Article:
Mechanization and Agribusiness Hub: Report of The Experience

Pascal Kaumbutho Uncategorized


The large potential for agricultural production has not been realized in sub-Saharan Africa (SSA). One of the key development paradigms for long-term increased agricultural production in SSA is sustainable agricultural mechanization. The benefits are multi-faceted ranging from:

  • reducing drudgery,
  • improving the timeliness of agricultural production operations,
  • increasing the efficiency of input use,
  • facilitating the implementation of the sustainable intensification of production systems, and
  • making agriculture more resilient to increasingly extreme and unpredictable climatic events.

Sustainable mechanization can also be applied to the development of improved post-harvest, processing and marketing activities, enabling more timely, and concise operations, with value added to primary products. This can foster the delivery of more nutritious foods and higher value products to final consumers. Sustainable mechanization has the capacity to contribute to entrepreneurial activities in rural and remote areas, with hire services that can provide much needed mechanization services to those involved in the agri-food sector. In addition, farm-based sustainable mechanization hire services can also contribute to wider development efforts, such as rural-urban transport of goods (and people), rural feeder road construction and maintenance, power for water pumping, provision and distribution of drinking water as well as the collection of bio-waste in rural, peri-urban and urban areas.

Sub-Saharan Africa (SSA) has a history of strong public sector leadership in agricultural mechanization development. Over the years, differences in the priorities, perspectives and approaches for development of agricultural mechanization have left the private sector playing a minor role. In the long run, this approach needs drastic change, backed by workable business models that will grow public, private sector engagements from bottom-up. In this, the KENDAT Agribusiness Hub model has been found to be the answer. The KIE supported initiative has reached the end of the Proof of Concept (POC) phase and is ready for Roll-Out.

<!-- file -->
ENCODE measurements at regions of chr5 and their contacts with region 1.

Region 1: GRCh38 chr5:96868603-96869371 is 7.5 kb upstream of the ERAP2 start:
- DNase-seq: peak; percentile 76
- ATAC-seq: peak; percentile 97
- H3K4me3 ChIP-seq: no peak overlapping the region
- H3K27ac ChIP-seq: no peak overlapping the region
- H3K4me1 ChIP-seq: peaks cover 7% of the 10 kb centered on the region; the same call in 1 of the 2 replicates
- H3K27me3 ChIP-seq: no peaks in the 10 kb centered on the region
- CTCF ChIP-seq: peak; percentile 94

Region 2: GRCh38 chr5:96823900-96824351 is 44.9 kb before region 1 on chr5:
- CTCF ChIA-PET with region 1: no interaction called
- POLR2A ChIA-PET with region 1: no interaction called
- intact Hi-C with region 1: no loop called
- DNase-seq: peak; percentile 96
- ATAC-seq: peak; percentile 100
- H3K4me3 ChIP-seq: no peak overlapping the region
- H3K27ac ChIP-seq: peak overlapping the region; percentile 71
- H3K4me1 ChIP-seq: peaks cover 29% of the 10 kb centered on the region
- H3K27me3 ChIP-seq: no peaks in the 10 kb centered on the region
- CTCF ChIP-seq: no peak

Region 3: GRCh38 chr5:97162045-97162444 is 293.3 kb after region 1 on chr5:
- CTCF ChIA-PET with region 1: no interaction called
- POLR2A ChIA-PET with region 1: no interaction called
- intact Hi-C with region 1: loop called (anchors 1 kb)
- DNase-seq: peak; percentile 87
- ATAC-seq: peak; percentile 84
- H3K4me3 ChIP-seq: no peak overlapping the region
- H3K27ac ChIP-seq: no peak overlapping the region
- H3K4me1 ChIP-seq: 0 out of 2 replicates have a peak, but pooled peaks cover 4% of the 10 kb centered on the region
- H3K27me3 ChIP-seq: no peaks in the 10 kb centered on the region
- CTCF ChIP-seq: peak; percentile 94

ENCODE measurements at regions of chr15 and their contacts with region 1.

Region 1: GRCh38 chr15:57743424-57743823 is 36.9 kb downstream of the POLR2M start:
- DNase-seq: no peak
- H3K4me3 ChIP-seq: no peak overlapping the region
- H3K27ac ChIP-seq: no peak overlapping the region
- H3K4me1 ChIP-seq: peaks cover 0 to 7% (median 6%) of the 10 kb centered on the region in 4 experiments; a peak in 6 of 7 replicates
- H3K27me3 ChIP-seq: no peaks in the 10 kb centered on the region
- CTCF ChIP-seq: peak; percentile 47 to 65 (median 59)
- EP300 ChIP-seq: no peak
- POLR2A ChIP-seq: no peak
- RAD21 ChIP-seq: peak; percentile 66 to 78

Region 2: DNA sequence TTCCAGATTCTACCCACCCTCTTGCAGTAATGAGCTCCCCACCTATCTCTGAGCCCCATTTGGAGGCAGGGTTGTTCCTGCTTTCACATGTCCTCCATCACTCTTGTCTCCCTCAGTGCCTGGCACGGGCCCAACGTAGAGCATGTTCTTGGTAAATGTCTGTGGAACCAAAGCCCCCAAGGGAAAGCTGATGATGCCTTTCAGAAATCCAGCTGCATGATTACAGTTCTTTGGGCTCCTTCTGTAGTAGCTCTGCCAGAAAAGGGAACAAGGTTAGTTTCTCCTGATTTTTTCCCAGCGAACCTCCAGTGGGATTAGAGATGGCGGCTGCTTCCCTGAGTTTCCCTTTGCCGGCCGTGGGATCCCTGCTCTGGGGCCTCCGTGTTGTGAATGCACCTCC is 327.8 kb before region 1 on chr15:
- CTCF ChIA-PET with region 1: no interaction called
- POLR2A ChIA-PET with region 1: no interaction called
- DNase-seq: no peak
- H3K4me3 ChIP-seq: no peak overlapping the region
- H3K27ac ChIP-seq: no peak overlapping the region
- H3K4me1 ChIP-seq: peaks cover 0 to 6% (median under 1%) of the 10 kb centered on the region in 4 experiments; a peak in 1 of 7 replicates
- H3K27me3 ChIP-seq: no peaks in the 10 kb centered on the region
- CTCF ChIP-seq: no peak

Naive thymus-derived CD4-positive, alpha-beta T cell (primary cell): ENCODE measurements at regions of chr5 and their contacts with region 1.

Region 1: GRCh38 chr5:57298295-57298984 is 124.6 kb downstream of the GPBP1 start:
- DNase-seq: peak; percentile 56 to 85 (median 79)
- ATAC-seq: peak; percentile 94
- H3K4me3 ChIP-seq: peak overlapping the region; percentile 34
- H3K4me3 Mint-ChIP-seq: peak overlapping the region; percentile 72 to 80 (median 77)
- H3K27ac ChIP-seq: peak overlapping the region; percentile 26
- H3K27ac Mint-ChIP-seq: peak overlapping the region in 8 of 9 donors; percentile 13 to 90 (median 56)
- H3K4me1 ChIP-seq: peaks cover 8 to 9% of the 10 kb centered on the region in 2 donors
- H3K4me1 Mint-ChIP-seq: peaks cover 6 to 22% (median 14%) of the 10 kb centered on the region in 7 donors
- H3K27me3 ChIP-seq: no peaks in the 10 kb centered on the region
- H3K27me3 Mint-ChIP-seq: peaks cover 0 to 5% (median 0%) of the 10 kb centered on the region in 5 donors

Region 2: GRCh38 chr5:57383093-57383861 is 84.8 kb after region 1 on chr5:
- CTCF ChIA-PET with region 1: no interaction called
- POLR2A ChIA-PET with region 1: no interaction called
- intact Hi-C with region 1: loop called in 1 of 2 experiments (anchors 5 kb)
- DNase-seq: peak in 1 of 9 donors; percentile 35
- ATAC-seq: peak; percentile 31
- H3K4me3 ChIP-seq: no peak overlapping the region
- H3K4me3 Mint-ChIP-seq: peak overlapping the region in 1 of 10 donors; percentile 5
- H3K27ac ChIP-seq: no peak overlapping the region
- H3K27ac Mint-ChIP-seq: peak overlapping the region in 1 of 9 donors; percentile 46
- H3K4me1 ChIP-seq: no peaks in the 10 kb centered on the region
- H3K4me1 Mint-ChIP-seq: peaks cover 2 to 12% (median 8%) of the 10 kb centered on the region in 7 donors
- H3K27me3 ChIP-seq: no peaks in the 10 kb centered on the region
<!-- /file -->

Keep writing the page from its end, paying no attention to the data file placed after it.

There have been many challenges and achievements in process and learning that are now reported from the POC period. There is a primary need to see mechanization in a wider and more holistic context. There are numerous cross-cutting and cross-sectorial factors that can contribute to well-functioning, inclusive and sustainable mechanization systems. These begin with availability of farm power and enrichment of farmer clients as they fit their business learnings and practices into viable crop and livestock value chains. Afterall, mechanization is a means to an end and not an end in itself. This POC has been implemented on a rich ground, with KENDAT partner actors of many years, available to help build a strong and more holistic foundation, to support the design, formulation and implementation of targeted sustainable mechanization processes and even policies.

The overarching question, hence the Hub model as a Centre of Excellence for Agribusiness growth is HOW sustainable mechanization can have greater impact and positively contribute to the urgent need to align agricultural (production) systems in climate-smart ways that include adaptation and mitigation strategies. There is urgent need for more resilient production systems in order for Kenya and sub-Saharan Africa to meet food needs and reduce heightened pressures on the natural resource base.

The Innovation: